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Report: China-based Hackers Stole Indian Secrets, Compromised Networks Around Globe


A group of Canadian computer security researchers have released Tuesday a new report that shows how a China-based cyber spying ring used popular Web social networking services and email accounts to steal national security information from the Indian government and hack into business and computer networks in countries across the globe.

Researchers at University of Toronto's Citizens Lab say they monitored the activities of the cyber spy ring for eight months. During that time, researchers say they observed how the hacking operation, called the "Shadow Network," used popular Internet services such as Twitter, Google Groups and Yahoo Mail to break into computers and take information from Indian diplomatic offices in Moscow, Kabul, Abuja and Dubai.

The report says that the data stolen from computers in India included documents marked "secret" and "confidential." The data included information about missile systems, China-India relations as well as business, personal and financial information.

Confidential visa applications from citizens of more than a dozen countries were also among the documents stolen.

Researchers say they also recovered 1,500 e-mails sent from the Dalai Lama's office between January and November of last year.

According to the report, computers were compromised in every continent across the globe, except for Australia and Antartica.

Ronald Deibert, a member of the Tornoto team says that what Citizens Lab uncovered was only the result of partial observations of the "shadow network's operations". "Although India comes out looking obviously, quite compromised, quite bad here, the network itself could have compromised many, many other victims. We only had a little slice of what we were able to observe," he said.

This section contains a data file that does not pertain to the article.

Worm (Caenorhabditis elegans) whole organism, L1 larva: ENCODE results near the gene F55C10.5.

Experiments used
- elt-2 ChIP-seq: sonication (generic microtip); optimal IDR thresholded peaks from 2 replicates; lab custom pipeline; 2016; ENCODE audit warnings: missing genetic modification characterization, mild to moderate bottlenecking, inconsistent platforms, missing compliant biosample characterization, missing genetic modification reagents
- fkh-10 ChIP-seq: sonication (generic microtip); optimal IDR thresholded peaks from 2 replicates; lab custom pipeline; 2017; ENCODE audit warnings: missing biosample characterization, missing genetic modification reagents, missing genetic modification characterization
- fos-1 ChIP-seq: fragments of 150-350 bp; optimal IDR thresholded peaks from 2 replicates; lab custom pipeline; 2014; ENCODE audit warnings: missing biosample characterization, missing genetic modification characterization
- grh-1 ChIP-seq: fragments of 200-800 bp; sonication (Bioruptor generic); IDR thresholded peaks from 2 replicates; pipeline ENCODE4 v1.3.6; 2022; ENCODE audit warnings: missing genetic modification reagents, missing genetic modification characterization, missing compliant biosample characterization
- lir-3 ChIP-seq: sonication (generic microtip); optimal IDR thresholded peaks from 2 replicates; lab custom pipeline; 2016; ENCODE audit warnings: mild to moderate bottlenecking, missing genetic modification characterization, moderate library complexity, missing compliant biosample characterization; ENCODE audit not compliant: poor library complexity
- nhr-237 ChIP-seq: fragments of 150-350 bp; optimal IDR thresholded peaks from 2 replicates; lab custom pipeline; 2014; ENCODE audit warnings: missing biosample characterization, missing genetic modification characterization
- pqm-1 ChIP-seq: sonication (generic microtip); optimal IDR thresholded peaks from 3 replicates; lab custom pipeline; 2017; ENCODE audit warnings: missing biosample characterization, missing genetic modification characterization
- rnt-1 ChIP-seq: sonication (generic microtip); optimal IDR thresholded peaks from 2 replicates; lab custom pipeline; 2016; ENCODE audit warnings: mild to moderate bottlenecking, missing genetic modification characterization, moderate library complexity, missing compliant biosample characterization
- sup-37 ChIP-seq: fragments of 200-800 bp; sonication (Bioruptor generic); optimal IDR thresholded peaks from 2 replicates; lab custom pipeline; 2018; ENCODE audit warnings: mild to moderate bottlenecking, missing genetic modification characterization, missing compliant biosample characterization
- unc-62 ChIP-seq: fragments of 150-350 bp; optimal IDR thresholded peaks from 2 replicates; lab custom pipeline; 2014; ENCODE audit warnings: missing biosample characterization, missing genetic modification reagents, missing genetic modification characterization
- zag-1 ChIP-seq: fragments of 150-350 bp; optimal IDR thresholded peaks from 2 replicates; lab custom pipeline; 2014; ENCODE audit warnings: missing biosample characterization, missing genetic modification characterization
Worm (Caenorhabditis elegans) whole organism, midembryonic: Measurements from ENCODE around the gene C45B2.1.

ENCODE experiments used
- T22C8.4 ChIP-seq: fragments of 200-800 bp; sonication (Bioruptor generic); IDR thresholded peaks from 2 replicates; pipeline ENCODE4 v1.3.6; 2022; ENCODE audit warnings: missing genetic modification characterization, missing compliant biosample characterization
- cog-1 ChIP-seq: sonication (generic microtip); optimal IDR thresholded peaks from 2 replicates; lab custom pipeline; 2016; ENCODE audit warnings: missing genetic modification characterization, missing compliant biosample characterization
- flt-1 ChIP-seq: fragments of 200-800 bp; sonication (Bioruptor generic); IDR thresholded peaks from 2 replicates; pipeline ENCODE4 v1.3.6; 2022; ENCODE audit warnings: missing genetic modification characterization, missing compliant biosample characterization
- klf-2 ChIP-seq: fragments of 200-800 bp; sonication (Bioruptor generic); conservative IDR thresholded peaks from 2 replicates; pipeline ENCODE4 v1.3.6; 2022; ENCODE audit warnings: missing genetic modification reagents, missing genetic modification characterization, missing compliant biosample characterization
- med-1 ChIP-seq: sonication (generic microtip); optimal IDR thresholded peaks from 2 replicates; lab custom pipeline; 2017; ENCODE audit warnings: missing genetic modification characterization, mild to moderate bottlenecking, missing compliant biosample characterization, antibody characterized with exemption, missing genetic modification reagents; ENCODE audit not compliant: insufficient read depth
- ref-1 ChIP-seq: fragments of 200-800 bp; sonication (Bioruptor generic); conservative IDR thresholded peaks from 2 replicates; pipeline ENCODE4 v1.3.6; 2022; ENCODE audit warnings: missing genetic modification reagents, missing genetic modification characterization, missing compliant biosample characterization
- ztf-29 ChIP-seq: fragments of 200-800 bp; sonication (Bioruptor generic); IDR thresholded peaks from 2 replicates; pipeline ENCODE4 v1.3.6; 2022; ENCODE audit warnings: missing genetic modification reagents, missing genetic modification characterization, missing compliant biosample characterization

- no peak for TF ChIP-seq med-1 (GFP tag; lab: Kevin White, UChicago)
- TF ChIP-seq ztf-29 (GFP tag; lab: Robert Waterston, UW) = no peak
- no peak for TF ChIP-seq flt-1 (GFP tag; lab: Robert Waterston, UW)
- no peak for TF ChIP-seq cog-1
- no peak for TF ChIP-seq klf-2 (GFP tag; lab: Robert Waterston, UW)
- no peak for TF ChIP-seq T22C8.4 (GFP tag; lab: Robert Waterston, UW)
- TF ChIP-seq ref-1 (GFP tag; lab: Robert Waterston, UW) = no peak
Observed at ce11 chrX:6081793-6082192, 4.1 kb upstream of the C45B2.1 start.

Nart Villeneuve, another member of the team says that while the report traces the source of the attacks to computer servers in the central city of Chengdu, China, there was no hard evidence linking the attacks to the Chinese government.

"In fact, we've actually had very healthy cooperation with the Chinese CERT, the Computer Emergency Response Team, who are actively working to understand what we've uncovered. And have indicated, that they will work to deal with this BOTNET they way they deal with any other BOTNET to investigate it and shut it down," he said.

He says that the cooperation of China's CERT has been a very encouraging development.

The report notes, however, that an important question on the road ahead is whether or not the Chinese government takes action to shut the network down.

Villeneuve adds that finding out who was ultimately behind the attacks is not easy. He notes that targets of China's hacking community are wide and varied as is the makeup and factions within the Chinese government and its military. "I don't doubt that some of the sensitive information that was aquired, might eventually find its way to elements within the Chinese government that might find it useful. But I don't think there is any direct connection between the attackers and the government. At least at this time," he said.

He adds that the reasearch highlights a growing problem of abuse of computer infrastructure in China and the increasingly blurred lines between cyber crime and cyber espionage. "There is growing evidence that a lot of cyber criminal groups that used to operate in Russia and the Ukraine have moved a lot of their infrastructure to servers in China," he said.

Deibert says that as country's around the globe - the United States included - rush to militarize cyber space and adopt offensive military attack capabilities it is creating a new market for cyber criminals that needs to be addressed. "It's that climate, I think, that creates opportunities for cyber crime to find a market for political espionage," he said.

There was no immediate comment from India's government on the report, but China's Foreign Ministry responded by questioning the motives of those releasing the report.

Foreign Mininistry spokeswoman Jiang Yu was quoted by state media in China as noting that hacking is an international issue that should be dealt with by joint efforts from around the globe.

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